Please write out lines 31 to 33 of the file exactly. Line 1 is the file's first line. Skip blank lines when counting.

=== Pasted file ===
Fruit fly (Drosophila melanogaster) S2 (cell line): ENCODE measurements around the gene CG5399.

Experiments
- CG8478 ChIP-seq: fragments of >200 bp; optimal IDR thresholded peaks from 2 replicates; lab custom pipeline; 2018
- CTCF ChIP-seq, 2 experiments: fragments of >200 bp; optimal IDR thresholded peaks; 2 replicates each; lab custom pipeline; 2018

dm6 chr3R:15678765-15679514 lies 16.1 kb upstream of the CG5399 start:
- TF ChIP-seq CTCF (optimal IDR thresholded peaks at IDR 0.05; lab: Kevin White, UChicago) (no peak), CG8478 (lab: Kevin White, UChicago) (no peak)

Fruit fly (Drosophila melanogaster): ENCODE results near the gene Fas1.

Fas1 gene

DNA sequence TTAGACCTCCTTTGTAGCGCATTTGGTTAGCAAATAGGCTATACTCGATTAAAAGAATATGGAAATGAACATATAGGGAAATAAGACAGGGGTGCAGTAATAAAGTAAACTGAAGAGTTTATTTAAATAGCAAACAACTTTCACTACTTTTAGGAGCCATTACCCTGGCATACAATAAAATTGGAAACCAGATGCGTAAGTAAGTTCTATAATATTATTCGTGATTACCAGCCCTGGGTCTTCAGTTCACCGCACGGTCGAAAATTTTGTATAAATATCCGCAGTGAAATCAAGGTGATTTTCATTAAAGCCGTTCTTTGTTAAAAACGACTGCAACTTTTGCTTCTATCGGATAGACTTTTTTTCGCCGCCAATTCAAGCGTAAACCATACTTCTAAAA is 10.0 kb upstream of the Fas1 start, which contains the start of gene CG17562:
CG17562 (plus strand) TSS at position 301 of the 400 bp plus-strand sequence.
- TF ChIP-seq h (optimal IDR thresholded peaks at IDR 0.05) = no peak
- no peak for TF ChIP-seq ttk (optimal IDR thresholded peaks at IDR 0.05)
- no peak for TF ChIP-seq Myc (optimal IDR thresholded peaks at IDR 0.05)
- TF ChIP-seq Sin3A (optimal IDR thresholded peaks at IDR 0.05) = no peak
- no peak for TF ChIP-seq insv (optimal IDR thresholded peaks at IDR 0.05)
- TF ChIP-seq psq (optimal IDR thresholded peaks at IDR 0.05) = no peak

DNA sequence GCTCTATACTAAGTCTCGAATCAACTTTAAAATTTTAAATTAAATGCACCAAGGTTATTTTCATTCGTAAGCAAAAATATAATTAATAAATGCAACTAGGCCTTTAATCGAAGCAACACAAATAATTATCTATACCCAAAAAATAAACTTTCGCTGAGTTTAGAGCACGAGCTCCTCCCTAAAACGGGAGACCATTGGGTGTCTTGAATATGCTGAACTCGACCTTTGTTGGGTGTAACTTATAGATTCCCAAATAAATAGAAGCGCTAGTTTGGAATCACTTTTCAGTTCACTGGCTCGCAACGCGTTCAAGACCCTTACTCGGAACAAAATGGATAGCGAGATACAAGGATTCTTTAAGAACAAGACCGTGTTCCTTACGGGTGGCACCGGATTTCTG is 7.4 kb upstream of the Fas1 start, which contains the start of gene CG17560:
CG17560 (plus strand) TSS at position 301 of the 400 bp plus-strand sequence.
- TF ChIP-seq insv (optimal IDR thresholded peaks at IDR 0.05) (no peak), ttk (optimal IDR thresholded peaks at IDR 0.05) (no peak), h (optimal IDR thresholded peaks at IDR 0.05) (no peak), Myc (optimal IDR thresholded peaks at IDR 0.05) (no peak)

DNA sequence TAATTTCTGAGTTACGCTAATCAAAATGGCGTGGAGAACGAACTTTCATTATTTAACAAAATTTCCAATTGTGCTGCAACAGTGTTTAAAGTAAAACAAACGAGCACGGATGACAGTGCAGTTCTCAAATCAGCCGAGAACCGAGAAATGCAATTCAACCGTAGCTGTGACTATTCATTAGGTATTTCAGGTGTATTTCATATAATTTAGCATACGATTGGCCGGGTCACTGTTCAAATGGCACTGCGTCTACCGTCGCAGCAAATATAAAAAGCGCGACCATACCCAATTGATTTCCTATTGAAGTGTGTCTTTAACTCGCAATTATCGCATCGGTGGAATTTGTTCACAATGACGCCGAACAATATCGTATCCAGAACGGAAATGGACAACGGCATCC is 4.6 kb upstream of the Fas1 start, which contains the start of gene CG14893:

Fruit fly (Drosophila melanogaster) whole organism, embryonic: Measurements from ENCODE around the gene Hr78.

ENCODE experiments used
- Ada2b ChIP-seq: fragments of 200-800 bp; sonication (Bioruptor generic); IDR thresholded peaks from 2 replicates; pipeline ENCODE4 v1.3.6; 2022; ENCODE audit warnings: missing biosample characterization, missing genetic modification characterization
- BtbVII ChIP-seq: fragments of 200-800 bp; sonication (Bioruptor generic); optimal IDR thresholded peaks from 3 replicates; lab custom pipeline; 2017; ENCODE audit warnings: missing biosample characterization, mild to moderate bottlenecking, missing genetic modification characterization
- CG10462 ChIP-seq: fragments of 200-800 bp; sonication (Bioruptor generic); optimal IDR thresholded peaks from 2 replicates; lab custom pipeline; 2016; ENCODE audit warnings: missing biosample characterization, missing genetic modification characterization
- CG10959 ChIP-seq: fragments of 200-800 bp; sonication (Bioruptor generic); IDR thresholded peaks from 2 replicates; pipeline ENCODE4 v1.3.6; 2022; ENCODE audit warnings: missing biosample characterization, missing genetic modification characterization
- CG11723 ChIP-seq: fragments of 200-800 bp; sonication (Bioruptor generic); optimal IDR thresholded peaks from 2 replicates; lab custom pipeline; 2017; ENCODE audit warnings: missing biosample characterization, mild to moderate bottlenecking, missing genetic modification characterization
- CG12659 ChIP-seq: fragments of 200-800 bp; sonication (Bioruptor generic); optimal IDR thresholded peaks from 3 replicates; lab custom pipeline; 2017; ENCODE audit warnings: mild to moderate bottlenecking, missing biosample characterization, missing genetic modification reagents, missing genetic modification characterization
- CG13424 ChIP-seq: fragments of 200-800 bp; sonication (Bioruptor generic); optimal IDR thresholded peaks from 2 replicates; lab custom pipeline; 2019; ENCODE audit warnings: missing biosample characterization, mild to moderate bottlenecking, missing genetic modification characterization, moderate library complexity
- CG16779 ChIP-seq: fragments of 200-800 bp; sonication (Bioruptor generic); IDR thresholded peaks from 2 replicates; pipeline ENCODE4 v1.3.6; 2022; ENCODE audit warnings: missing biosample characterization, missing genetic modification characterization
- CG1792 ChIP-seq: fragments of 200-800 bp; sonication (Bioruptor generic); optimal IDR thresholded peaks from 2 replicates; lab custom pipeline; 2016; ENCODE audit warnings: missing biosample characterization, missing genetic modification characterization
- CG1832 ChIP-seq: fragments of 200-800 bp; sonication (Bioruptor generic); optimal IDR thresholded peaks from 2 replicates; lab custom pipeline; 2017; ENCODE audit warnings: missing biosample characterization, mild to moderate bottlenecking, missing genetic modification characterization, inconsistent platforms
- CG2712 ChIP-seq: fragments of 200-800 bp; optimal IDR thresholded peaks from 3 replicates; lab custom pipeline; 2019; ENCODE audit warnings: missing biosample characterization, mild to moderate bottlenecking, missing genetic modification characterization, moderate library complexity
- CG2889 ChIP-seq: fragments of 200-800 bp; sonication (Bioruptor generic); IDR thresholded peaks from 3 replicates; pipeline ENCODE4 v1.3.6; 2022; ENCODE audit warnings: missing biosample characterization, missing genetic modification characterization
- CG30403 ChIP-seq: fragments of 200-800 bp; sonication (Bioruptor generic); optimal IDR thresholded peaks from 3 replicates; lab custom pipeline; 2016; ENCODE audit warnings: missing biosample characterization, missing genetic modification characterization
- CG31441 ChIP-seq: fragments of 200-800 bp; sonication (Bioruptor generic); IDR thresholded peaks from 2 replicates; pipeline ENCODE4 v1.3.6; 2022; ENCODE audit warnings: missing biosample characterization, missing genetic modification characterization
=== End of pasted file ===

- CG1792 ChIP-seq: fragments of 200-800 bp; sonication (Bioruptor generic); optimal IDR thresholded peaks from 2 replicates; lab custom pipeline; 2016; ENCODE audit warnings: missing biosample characterization, missing genetic modification characterization
- CG1832 ChIP-seq: fragments of 200-800 bp; sonication (Bioruptor generic); optimal IDR thresholded peaks from 2 replicates; lab custom pipeline; 2017; ENCODE audit warnings: missing biosample characterization, mild to moderate bottlenecking, missing genetic modification characterization, inconsistent platforms
- CG2712 ChIP-seq: fragments of 200-800 bp; optimal IDR thresholded peaks from 3 replicates; lab custom pipeline; 2019; ENCODE audit warnings: missing biosample characterization, mild to moderate bottlenecking, missing genetic modification characterization, moderate library complexity